The Swilet project has graduated fom the incubator to a Java Enterprise project. Swilet is a Java EE web presentation layer framework. Swilet can help programmers easily create a web application that has Ajax features, without knowledge of Ajax and JavaScript. Swilet can transform a java swing application to a web application. This allows desktop programmers to write swing programs using tools that they are expert in, and with the swilet framework, use the swing application as a web application.

Eclipse's Business Intelligence and Reporting Tools (BIRT) project offers
remarkable tools for creating and deploying report designs. It's the
deployment step that trips a lot of people up, according to author Jason
Weathersby: "Some of the most common questions in the BIRT News Group are
about deploying BIRT. The reason for this is not the complexity of
deploying, but the many deployment options." In the article Deploying
BIRT
, he looks at how to share your reports with BIRT's own viewer
servlet, incorporating it into your own servlet, and using it in a Rich
Client Platform (RCP) desktop application.


David Herron wonders about the practicalities of open-sourcing Java, specifically what Useful quality metrics to publish?, in today's Weblogs.
"'We' are having planning and discussion about how to handle Sun's Java implementation as open source. I've seen several articles and blog postings from the folk directly involved in the discussions, and it's all very interesting. What I'm most puzzling over is, what should the quality team do or publish etc in this environment?"

John O'Conner finds the scripting API changed in
Writing about work in progress sometimes hurts:
"The JSR 223 spec changes...and suddenly my code is broken."

In Embed Scripts in a desktop application, Rémi Forax offers "yet another blog entry on scripting and Java desktop application, in which the reader sees how it's easy to embed scripts in a desktop application with mustang."


This week's Spotlight is on
the Ajax4jsf project, which leverages Java Server Faces and adds the Ajax functionality for you. "The framework is implemented using a component library that adds Ajax capability to your existing pages without needing to write any JavaScript code or needing to replace existing components with new Ajax widgets. Ajax4jsf enables page-wide Ajax support instead of the traditional component-wide support." You can use it to add Ajax to existing JSF applications, write components with Ajax support, and more.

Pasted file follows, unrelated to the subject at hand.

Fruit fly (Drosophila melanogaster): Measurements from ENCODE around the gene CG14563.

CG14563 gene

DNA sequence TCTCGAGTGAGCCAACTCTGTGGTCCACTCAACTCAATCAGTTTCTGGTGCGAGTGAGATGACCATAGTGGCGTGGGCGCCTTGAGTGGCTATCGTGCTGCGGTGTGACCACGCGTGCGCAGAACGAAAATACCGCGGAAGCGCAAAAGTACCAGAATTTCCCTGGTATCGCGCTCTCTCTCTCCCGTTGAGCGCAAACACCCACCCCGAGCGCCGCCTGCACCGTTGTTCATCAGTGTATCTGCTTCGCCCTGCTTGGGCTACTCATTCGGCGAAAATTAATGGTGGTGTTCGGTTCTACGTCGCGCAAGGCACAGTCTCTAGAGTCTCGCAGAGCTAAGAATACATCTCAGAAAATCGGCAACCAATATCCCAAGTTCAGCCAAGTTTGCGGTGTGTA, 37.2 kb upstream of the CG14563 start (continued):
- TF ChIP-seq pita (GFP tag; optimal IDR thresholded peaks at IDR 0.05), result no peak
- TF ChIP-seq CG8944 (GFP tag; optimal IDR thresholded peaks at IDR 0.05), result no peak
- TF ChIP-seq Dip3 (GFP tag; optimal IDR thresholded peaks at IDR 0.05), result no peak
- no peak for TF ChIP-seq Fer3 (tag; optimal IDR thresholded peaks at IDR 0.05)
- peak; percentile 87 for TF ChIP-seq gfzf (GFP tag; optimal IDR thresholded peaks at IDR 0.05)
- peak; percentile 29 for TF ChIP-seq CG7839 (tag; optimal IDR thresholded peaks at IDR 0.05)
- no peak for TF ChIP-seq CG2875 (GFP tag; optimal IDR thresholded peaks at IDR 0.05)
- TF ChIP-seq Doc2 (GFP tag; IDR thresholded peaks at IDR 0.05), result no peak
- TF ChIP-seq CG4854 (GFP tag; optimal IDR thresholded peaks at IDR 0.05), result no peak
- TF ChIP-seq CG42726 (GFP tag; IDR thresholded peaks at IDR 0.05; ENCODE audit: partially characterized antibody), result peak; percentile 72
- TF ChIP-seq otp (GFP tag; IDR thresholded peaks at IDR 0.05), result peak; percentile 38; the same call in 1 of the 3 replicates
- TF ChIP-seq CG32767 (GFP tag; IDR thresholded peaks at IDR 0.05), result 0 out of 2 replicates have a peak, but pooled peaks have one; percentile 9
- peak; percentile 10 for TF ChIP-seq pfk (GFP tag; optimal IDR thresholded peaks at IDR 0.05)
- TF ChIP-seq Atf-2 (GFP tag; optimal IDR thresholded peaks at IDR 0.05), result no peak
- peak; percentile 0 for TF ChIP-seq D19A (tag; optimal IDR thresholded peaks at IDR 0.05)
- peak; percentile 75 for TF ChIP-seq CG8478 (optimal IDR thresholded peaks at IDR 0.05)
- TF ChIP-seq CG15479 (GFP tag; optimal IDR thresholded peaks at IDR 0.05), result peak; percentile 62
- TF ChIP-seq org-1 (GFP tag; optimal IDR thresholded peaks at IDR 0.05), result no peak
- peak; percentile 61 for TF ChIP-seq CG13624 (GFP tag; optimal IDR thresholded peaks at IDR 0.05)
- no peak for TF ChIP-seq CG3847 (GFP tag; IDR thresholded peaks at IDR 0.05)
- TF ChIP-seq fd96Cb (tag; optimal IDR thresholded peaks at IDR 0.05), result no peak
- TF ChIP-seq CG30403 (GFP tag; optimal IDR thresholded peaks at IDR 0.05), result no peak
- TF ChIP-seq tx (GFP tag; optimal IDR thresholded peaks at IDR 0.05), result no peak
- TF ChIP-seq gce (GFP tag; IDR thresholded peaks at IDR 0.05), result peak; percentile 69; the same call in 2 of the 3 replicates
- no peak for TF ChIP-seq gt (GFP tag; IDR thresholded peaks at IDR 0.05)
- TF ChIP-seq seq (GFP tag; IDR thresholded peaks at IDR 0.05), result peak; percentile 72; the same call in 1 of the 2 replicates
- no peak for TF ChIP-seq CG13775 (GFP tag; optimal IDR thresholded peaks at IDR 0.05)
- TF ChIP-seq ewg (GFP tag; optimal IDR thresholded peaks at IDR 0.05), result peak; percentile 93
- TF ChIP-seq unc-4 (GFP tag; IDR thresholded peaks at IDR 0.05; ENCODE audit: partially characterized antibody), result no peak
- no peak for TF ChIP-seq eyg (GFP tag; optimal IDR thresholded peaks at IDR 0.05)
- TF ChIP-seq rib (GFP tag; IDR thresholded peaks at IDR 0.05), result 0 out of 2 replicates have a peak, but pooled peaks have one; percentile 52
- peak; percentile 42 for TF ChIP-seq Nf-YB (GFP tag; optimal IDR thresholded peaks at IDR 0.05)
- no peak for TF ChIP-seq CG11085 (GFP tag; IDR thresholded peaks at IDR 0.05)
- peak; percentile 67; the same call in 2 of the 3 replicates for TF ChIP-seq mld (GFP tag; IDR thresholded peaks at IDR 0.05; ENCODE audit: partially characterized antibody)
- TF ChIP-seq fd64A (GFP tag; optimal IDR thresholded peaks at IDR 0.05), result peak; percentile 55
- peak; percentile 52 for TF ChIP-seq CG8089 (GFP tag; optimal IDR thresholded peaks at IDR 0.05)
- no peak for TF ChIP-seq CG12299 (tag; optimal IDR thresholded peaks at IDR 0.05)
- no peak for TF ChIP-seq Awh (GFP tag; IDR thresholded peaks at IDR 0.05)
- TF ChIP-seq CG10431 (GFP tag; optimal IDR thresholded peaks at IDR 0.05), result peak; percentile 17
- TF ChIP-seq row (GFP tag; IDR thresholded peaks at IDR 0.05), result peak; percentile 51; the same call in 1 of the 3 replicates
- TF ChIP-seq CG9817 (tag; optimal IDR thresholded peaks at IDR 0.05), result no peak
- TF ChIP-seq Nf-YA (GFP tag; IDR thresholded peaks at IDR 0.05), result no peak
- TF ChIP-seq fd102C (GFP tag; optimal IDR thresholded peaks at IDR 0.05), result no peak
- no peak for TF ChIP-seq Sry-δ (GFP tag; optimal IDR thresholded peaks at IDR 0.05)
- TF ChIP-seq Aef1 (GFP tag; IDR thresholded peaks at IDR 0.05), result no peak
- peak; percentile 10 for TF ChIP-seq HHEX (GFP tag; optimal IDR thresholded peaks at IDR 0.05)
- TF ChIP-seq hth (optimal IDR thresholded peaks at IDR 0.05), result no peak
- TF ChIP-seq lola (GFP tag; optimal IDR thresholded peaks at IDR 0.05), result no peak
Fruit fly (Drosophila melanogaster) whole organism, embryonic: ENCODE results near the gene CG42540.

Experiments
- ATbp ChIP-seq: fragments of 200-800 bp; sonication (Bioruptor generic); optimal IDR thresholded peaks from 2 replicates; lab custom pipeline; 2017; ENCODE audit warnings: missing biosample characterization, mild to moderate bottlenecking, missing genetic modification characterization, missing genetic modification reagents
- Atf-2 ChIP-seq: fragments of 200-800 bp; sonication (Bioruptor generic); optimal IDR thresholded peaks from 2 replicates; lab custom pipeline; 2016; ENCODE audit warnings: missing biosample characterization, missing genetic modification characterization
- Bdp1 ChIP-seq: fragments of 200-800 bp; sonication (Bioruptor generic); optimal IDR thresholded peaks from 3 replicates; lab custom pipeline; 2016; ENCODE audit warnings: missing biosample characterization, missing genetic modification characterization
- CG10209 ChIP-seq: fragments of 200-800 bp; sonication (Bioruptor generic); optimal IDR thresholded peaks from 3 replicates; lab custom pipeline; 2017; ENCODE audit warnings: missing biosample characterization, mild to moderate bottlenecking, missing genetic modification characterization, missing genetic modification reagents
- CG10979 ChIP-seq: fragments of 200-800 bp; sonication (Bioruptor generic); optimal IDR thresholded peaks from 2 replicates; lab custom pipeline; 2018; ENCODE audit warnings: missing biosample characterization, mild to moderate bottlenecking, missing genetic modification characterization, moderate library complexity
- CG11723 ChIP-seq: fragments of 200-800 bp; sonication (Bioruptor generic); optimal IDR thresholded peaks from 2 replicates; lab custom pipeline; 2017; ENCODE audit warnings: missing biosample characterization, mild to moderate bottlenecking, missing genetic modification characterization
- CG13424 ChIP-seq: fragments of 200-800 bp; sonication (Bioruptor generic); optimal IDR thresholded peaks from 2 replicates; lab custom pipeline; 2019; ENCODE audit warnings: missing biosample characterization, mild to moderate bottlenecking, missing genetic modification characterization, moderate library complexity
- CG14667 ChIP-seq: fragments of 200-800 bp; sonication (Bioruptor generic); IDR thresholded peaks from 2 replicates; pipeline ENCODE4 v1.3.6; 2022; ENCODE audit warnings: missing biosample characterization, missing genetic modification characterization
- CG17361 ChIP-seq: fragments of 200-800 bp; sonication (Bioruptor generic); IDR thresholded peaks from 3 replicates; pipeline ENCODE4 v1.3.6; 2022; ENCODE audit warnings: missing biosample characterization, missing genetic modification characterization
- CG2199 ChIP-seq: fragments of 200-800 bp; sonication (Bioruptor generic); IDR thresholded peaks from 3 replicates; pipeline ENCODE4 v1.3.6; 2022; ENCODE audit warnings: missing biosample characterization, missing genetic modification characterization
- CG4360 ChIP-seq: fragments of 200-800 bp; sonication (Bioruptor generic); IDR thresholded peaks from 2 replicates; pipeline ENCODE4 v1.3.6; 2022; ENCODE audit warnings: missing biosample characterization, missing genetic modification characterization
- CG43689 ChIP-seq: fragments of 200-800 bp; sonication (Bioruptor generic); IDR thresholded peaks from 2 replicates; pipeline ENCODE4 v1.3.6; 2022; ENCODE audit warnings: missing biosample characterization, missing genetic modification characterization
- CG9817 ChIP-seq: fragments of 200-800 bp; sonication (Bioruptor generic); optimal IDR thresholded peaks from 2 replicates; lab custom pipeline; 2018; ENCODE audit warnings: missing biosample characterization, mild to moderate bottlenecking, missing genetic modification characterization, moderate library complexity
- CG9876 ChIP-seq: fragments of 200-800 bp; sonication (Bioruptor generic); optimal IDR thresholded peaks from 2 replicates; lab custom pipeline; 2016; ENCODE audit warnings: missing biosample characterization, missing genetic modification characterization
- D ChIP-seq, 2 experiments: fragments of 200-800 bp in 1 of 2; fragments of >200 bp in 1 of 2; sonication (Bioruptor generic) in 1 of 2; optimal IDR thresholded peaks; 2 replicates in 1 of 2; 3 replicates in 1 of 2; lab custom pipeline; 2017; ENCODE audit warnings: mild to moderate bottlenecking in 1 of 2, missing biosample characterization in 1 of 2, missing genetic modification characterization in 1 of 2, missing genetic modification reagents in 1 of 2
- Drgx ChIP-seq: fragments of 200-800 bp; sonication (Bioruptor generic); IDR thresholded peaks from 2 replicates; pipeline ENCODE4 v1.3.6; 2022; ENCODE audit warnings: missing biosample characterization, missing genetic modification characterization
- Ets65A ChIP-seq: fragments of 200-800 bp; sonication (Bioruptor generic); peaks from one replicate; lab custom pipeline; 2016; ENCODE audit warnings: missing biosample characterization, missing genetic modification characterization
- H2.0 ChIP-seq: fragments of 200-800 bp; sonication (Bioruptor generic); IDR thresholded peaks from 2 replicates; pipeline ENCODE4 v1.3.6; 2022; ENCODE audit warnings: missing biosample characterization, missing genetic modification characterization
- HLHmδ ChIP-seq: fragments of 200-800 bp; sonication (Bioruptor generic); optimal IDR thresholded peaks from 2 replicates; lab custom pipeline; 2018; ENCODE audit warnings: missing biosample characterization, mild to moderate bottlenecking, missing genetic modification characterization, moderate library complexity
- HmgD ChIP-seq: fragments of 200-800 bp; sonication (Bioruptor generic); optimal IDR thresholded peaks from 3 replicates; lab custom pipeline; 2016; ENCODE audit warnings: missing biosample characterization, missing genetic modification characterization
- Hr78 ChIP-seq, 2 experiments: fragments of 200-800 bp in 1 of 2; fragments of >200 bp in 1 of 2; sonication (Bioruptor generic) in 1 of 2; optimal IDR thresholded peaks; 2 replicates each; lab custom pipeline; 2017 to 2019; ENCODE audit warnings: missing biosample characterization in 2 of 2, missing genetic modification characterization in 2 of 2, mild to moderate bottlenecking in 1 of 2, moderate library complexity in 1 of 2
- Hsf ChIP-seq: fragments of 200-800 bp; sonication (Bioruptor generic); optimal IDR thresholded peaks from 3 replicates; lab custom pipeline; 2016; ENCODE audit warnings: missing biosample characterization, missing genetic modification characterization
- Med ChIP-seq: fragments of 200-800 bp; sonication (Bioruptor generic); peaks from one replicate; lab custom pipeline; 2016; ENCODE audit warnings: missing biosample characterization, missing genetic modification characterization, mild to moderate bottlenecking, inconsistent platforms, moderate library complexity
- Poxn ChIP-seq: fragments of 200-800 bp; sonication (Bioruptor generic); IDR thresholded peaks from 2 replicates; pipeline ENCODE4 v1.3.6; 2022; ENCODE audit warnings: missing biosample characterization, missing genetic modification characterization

In today's Forums,
rasto1968 discovers an unpleasant surprise:
swingx and webstart requires swingx jar to be signed
"I've just created a webstart app using swingx and have found that I get a security exception. The reason appears to be the find key discovery code in JXTable (initActionsAndBindings), it looks like it uses some sort of reflection that requires security priviledges. Commenting out the find key code allows me to create an unsigned webstart app. Any thoughts on this?"

Don Casteel is looking for some help moving to SunGrid in
SunGrid Cool Apps contest - 3D Fractal Raytracer - Help Wanted
First of all the SunGrid Cool Apps contest is offering a $15,000 grand prize. ($50,000 total prize money) Some of you may be aware of the work I've been doing on trying to develop a method of generating and raytracing volumetric Apophysis-like 3D fractals. Parallel to developing the raytracer, I've also been trying to utilize the computing power of Sun's N1 grid engine to create higher resolution and quality images and someday animations. The N1 grid engine is very constrained and complex and I have not made much progress getting it to work. My application is written in 100% pure Java3D, and I'd like to keep it that way. I've been using the NetBeans computeserver plugin for the grid side of things If you're interested in becoming a part of this project, (and a part of any prize money), please send me a private email with how you think you can help.


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Don't you love when really hard code finally starts working?